You can see all the cards at TWJ cards on tumblr. Plans are already underway for an even better set in 2016.
Chris Heston of the San Francisco Giants became the first rookie since Clay Buchholz in 2007 to toss a no-hitter when he mowed down the New York Mets last night at Citi Field. Heston’s gem was the first no-hitter of 2015, after five were thrown in 2014 (including one by Giants teammate Tim Lincecum).
I was so caught up in self-pity over the awful Reds season that I totally missed the news that Jordan Zimmermann pitched a no-hitter for the first-place Washington Nationals. When I found out this afternoon, I did the proper thing and made a “highlights” card for him to post at TWJ cards on tumblr. But because I like you non-tumblr folks so much, I’m going to post it here as well…
This isn’t Zim’s first appearance in the TWJ cards set, but his earlier card is an UER with the incorrect spelling of his last name, made way back when I was putting a black border around the cards (which involved an extra step and I just got too lazy to do it)…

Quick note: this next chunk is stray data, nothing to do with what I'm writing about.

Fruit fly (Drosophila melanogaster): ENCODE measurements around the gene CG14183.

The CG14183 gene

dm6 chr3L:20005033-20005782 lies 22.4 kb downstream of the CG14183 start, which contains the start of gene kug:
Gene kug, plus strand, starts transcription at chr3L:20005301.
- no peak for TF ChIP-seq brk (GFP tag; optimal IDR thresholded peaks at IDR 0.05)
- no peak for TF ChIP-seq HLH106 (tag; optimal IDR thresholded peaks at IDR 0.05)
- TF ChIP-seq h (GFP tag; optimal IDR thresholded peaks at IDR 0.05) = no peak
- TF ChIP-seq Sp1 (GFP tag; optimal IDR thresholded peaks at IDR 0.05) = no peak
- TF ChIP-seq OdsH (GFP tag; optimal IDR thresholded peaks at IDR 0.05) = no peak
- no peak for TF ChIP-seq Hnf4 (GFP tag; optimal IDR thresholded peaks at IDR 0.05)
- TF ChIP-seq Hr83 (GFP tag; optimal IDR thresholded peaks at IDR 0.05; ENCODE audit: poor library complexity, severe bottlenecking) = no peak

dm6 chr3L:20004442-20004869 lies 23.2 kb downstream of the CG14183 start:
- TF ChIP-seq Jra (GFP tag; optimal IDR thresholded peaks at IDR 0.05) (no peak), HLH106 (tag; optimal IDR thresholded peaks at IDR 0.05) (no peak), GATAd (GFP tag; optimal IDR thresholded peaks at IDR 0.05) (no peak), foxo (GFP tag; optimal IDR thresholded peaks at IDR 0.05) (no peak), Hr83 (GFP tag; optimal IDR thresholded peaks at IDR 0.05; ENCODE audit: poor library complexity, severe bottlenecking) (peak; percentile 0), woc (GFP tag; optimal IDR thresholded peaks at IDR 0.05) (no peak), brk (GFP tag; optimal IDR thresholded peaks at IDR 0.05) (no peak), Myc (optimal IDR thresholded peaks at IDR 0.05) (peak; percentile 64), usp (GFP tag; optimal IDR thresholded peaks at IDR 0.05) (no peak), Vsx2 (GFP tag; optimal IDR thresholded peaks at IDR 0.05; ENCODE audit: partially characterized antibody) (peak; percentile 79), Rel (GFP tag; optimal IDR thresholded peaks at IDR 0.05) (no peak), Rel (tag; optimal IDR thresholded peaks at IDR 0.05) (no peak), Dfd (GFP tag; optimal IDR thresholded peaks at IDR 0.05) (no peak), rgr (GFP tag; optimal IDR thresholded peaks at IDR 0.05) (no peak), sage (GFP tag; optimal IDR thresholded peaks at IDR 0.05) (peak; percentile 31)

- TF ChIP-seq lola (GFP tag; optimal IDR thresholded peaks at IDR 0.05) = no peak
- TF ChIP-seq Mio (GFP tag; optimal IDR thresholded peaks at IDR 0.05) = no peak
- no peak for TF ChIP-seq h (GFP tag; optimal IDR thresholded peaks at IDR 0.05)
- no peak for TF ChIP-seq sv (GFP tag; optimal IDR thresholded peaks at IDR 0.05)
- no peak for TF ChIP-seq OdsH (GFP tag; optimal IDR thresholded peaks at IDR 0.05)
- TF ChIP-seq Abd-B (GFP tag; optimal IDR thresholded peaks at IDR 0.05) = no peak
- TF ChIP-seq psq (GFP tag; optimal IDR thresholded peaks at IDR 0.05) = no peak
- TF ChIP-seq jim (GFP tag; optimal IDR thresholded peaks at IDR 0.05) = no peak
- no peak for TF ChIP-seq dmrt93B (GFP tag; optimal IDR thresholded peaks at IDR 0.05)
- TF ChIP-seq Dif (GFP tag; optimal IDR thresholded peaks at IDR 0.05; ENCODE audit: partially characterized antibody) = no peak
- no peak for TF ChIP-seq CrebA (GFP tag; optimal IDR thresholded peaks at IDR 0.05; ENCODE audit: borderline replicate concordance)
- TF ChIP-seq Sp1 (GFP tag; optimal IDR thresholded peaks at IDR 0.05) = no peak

Unless something extraordinary happens in the playoffs (such as a no-hitter or perfect game), I don’t plan to make any more 2014 TWJ cards until the Series is decided, and then when the awards are handed out.
Speaking of awards, you have less than 24 hours to get your picks in to me. There are some very tight races so far, and your votes could make the difference. Click here if you have no idea what I’m talking about.
Yesterday’s combined no-hitter by four Philadelphia pitchers brings the total of 2014 TWJ highlights cards to twelve so far, with a thirteenth scheduled to be added later tonight/early tomorrow morning. Cole Hamels and the Philadelphia bullpen threw the eleventh combined no-hitter in MLB history; the first combined no-hitter occurred in 1917 when Babe Ruth and Ernie Shore shut down the Washington Senators without a hit. Interestingly, Ruth only pitched to one batter, and was ejected from the game for arguing balls and strikes after that batter walked; the batter was subsequently thrown out trying to steal, and Shore retired the next 26 batters without incident.